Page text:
IT isn’t enough any more for Andy Butchart to be an Olympic and World Championship 5000m finalist and Dunblane’s third most famous sporting son. Now he is also one half of the new power couple of Scottish athletics.

Only a week after he and Lynsey Sharp returned from a campervan holiday in the south of France, the 25-year-old is revelling in the chance to compete in front of a Scottish crowd again, day tripping in the half marathon event at today’s Great Scottish Run which starts in George Square and ends in Glasgow Green.

Some might find being part of a celebrity relationship intrusive but Butchart said that he and his girlfriend revel in the support they can provide each other on their journey through the sport. Asked what it is like to be part of the sport’s new golden couple, Butchart said with a smile: “It’s good, I don’t mind, me and Lynsey have a lot of fun, she gives me good support. If one person has a bad day, you can help each other out.

“I am usually pacing her, because she is faster than me. But it is nice to have someone like that on the track, you can help each other out. It [the holiday] was good, we had a lot of fun, and a lot of pastries. The weight is there, for sure, but the fitness is still there too.”

Butchart is also famous for being part of another famous Scottish athletics duopoly with his rivalry with Callum Hawkins, whom he faces for the first time over the half marathon distance today. Having just returned from France last week, the most the 25-year-old has under his belt is a 10-mile run. But that doesn’t mean he won’t take it to Hawkins, last year’s winner of this event, if he feels good in the closing stages today.

“I think it is harsh to set myself a goal for this weekend. I just want to enjoy it and see what it is like,” he said. “I am not sure if I am going to run in Scotland again this year, so that is a major part of why I am running. The public give me such a big support so that is such a big part of why I am getting involved.”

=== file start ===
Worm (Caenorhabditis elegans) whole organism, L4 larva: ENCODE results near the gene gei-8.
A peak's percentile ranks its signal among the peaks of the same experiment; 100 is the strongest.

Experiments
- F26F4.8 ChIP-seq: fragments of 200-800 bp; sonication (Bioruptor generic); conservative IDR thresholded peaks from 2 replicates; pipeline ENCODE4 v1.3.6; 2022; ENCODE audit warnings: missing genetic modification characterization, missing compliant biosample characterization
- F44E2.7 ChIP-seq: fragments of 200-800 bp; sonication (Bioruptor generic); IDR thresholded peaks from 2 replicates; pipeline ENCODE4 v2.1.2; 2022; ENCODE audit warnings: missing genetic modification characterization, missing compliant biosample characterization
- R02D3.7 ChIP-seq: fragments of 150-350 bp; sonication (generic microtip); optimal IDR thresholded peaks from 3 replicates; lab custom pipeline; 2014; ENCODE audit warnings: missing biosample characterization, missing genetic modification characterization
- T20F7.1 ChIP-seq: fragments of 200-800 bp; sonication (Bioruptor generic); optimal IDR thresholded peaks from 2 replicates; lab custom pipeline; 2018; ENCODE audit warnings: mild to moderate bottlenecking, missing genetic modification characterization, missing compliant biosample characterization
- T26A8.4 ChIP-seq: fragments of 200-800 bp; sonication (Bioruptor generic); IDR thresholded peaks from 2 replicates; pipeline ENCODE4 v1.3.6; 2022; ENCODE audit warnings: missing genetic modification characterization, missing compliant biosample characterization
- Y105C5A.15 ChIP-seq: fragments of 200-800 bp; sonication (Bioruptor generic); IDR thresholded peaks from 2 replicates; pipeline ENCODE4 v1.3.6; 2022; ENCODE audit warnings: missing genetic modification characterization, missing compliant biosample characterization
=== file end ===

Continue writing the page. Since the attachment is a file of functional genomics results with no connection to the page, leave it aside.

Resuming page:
Like many in Scottish athletics, Butchart is coming off a stellar year, but he believes 2018 could be even better. He ended up with Mo Farah’s vest from the World Championships in London, where he finished eighth, but feels the Commonwealth Games and the European Championships – held in Berlin this summer, while the rest of the sports unfold in Glasgow – present him with a viable chance to get on the podium at a major champ-ionships for the first time. There is also the challenge of the European Cross Country where Butchart, captain last year in Italy, would put his hand up for the armband again.

“I think there are a lot of people in my position in Scottish athletics and somebody has to take that on board,” he said. “Next year is where the opportunity is. The European and Commonwealth Games are not the major majors, not Worlds, not Olympics, so the opportunity of getting medals is a little bit easier. I am more than capable of doing that sort of thing.”

The World Indoor Championships, held in Birmingham in the first few days of March, could also be a nice stepping stone.

“It just depends what the coach wants, it makes sense to do World Indoors ahead of the Commonwealth Games, you have to get on the track, so indoors is where it is, unless you go to Australia and the racing isn’t that good.

“We all know who is going to be there: the Kenyans are going to be there, the Canadians, a lot of people. If I can finish sixth and eighth in the Olympics and the Worlds, then it stands to reason that there is more chance in the Commonwealth Games. As for this weekend, I have never run a half marathon before, so I am not going to say I am going to beat him [Hawkins] in a sprint finish. It is an unknown for me. I could end up running very fast, I just don’t know. If I beat him, I beat him. If I don’t, I don’t.”

While Sammi Kinghorn continues her tune-up for the 1500m and mar-athon events in the Gold Coast with a quick burl around Glasgow, in the women’s event many eyes will be trained on Jo Pavey. Now 44, Pavey, a bronze medallist in the 5000m at the Glasgow Commonwealth Games, is entered into the half marathon.

While she will skip the Gold Coast, she has no intention of slowing up any time soon, planning to target the European Championships instead.

“The weather isn’t looking good on Sunday but the atmosphere makes up for it,” said Pavey, who has been dogged by heel problems this year. “I used to do park meets here and I have really fond memories of the Commonwealth Games in 2014.

“The start is lovely and it is always a great atmosphere, with the bagpipes playing. I am not going to focus on the Commonwealth Games but I would love to be at the Europeans in the summer in Berlin. Having two young children the Commonwealths doesn’t really fit that well with me and I am very fortunate to have done that over the years.

“Scottish distance runners are doing amazing right now. Obviously now you have got Eilish McColgan, Laura Muir, Steph Twell, Callum Hawkins and Andrew Butchart. The Scottish Commonwealth team for distance running is going to be very strong.”